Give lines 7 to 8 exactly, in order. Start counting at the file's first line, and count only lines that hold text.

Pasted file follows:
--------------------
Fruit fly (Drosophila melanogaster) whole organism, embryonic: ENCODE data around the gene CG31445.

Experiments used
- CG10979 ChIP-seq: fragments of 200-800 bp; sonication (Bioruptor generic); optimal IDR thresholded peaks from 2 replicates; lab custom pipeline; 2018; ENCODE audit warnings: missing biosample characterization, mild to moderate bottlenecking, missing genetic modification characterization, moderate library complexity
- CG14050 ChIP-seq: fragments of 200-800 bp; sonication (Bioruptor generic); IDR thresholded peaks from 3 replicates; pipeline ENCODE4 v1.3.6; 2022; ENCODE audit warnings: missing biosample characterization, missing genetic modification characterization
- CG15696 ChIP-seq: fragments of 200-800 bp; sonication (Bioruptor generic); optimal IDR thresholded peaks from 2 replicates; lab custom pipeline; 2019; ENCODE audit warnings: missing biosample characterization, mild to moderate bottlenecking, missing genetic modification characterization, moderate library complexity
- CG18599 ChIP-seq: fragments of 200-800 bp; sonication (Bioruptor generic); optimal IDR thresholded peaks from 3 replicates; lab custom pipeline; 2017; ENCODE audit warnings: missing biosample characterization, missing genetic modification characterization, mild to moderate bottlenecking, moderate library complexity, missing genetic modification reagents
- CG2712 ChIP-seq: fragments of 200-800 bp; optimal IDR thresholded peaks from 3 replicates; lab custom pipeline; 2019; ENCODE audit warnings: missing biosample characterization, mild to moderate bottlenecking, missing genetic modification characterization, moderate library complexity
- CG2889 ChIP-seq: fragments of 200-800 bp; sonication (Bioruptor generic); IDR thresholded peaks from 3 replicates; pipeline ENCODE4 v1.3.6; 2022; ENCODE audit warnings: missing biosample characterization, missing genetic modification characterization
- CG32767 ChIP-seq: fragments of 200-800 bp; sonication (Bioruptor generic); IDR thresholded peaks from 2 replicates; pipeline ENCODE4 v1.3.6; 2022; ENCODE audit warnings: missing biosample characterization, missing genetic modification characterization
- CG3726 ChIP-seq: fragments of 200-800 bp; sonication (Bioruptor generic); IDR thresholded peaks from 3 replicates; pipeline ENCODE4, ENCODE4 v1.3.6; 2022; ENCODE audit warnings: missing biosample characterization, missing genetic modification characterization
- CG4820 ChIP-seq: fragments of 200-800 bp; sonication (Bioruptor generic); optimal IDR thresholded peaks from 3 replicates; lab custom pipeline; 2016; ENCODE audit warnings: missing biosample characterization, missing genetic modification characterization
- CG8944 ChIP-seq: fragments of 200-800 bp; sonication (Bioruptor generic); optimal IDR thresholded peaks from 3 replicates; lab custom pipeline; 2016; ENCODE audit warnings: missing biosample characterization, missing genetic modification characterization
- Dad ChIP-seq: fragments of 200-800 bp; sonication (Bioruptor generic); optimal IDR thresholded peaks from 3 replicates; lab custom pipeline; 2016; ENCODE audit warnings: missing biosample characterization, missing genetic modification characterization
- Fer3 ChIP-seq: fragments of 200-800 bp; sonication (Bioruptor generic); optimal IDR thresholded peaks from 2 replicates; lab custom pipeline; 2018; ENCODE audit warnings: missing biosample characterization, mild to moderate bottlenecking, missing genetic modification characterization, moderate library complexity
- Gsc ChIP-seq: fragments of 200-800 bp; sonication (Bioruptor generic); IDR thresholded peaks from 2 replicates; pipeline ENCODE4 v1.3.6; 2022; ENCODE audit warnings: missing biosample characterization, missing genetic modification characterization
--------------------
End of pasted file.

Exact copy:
- CG2712 ChIP-seq: fragments of 200-800 bp; optimal IDR thresholded peaks from 3 replicates; lab custom pipeline; 2019; ENCODE audit warnings: missing biosample characterization, mild to moderate bottlenecking, missing genetic modification characterization, moderate library complexity
- CG2889 ChIP-seq: fragments of 200-800 bp; sonication (Bioruptor generic); IDR thresholded peaks from 3 replicates; pipeline ENCODE4 v1.3.6; 2022; ENCODE audit warnings: missing biosample characterization, missing genetic modification characterization